But it’s not just limited to inside: outside your property, consider installing gates to hazardous areas like holes, sprinkler areas, or electrical boxes. Lock up tools that are sharp such as chainsaws, clippers, and axes. Don’t worry about seeming paranoid or crazy, as all of this can add up to the difference between you having to deal with an insurance claim and resting easy.

Bonus tip: if you ever need to sell your home, you can list all of the safe features that families and vulnerable populations want. It’s truly a win-win for everyone involved.

Be Vigilant of Invisible Home Enemies

While we’ve started to go over mechanical problems in a home, it’s worth noting that not everything that goes wrong is a mechanical or logical failure. Things that are present in a home, such as gas lines, excessive humidity, or an environmental condition (mold, radiation, pests) can be even more of a hassle.

Lots of common home accidents start with sentences like, “I was cooking pasta on the gas stove when the phone rang and…” before the inevitable conclusion of a fire, smoke alarm, or personal injury. If your home is wired for cooking gas, one of the first things you should do is contact a repairman for an inspection. These pros can tell whether there are any gas line repairs to be made. Gas is called an “invisible enemy” for a reason: leaks can build up over time and cause deadly consequences when exposed to fire. Even the act of lighting a candle can put your home at risk. In some areas, gasses in your home don’t even have an odor and are harder to detect. If you’d rather not worry about it, consider removing gas lines from your home and going all-electric. You may even be able to get a solar power credit or find creative ways to lower your bill.

common home accidents

An often overlooked aspect of homes is their electrical wiring, voltages, and setup. Standards change with building codes over the years, and what was once state-of-the-art technology in 1997 can quickly become obsolete (or even dangerous) in 2020. We’d like to think of electricity like water, something that’s just piped into our home from afar and safely within the walls until we use it. But wires, breakers, boxes, and switches degrade just like appliances. One day you turn it on in order to light the living room, and the next day a spark jumps out to try and give you a heart attack. Always remember to periodically call an electrician for a home electrical check-up. It could be the difference between a light bulb turning on and sparks flying.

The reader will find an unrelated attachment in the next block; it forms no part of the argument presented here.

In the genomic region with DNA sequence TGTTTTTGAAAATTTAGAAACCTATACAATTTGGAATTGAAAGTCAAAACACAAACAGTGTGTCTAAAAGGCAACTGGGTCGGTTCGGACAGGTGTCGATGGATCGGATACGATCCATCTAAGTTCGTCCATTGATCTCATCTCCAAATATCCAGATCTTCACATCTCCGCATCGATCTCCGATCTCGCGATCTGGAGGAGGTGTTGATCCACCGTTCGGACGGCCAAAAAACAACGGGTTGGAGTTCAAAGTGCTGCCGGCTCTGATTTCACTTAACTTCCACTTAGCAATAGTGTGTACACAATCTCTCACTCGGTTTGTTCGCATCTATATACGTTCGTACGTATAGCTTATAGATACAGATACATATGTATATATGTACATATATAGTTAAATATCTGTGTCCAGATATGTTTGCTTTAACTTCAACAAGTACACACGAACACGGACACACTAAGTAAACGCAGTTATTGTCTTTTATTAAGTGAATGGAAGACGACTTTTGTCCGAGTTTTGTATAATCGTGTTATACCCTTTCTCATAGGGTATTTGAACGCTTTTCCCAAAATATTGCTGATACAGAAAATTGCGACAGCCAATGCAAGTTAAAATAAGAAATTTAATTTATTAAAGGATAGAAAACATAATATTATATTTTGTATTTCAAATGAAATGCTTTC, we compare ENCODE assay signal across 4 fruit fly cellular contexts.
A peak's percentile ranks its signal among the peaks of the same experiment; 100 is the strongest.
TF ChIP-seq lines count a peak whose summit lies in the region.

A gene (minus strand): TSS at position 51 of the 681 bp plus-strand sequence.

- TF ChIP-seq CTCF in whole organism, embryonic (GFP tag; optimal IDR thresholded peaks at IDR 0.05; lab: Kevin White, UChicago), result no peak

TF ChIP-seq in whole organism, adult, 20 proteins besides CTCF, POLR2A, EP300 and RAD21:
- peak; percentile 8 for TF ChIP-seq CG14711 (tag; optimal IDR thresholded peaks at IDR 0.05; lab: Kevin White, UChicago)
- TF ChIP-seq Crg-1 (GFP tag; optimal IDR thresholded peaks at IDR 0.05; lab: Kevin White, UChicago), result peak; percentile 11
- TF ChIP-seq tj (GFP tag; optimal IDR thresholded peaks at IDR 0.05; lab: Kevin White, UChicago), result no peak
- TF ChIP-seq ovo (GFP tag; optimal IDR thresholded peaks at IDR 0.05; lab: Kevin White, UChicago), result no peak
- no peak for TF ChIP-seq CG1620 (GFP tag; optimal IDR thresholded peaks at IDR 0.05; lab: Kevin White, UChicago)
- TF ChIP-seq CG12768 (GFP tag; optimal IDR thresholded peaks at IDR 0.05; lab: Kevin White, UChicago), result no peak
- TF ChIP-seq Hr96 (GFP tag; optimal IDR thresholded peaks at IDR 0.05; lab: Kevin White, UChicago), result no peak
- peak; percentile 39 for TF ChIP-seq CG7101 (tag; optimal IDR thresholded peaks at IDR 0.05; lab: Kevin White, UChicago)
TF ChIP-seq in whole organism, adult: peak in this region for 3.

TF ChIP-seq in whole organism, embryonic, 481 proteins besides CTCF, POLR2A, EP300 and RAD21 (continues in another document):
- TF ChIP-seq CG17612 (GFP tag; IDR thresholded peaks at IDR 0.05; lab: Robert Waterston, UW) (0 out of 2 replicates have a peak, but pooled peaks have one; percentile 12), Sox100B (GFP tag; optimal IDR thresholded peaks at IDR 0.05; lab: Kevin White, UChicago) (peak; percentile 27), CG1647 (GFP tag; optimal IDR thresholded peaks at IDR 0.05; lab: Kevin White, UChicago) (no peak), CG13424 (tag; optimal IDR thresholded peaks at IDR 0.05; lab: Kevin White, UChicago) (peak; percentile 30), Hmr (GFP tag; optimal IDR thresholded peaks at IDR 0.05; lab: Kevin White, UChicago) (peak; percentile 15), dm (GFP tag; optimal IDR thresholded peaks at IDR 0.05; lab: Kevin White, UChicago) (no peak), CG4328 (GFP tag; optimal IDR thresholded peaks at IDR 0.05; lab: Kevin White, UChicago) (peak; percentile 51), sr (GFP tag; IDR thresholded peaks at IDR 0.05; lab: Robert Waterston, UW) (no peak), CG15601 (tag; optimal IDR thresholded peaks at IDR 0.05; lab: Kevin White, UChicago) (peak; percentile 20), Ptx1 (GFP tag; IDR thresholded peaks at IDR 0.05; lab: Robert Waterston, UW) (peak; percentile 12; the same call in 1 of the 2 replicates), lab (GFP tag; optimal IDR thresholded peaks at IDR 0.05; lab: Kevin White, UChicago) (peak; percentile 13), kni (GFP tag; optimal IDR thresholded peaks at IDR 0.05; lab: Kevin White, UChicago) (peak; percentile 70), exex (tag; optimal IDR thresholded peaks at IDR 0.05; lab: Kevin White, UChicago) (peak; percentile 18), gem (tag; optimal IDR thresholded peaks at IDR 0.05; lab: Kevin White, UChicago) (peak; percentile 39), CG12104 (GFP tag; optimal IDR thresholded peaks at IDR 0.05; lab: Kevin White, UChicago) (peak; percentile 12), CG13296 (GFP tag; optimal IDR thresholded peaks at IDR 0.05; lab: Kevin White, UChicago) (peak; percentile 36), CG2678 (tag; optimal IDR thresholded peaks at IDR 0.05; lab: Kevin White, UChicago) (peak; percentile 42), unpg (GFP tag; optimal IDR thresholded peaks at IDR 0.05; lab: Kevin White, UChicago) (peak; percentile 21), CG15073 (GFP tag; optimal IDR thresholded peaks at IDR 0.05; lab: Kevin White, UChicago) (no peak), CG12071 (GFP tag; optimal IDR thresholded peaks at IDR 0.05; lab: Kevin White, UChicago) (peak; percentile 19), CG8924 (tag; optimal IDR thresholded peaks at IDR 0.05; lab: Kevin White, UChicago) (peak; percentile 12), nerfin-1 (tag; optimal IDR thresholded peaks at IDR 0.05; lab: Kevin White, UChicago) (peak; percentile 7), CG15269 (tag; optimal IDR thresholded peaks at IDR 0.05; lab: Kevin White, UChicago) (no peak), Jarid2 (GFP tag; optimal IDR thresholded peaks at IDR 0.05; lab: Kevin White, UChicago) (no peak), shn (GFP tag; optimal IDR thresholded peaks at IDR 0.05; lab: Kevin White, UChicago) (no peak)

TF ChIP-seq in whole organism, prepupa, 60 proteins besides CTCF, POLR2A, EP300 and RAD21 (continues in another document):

Sometimes the area that a home is constructed in can be conducive to mold and other pathogens. Even if the humidity outside is low, common home accidents like a bathtub leak or foundation crack can eventually create conditions that allow hazardous organisms like black mold to fester and proliferate. If this happens, you could be in a serious world of hurt, to say nothing of your lowered property values. Make sure to check around your home often to see if things are in tip-top shape, and consider hiring an expert to reassure you that your castle is indeed still fit for a king and queen.

Making Things Look Pretty (and Practical)

There are parts of your home (such as the garage door) that are seen by many as entirely practical and out of the realm of design. But if you’ve ever walked around a “hip” urban area, you know that’s not true! As long as you’re not bound by a homeowner’s association or covenant laws, you can transform something as drab as a garage door into an inviting and eclectic space that welcomes you into your home each day. Browse designs online, invite painters over, or just start in on a DIY project of your very own! A bonus of attempting to paint your garage door is that you can bundle in calling a garage door repair service to make sure that your door is mechanically sound and able to be painted or treated before you start. If it isn’t, you can replace it with something more suitable and have peace of mind while creating beauty.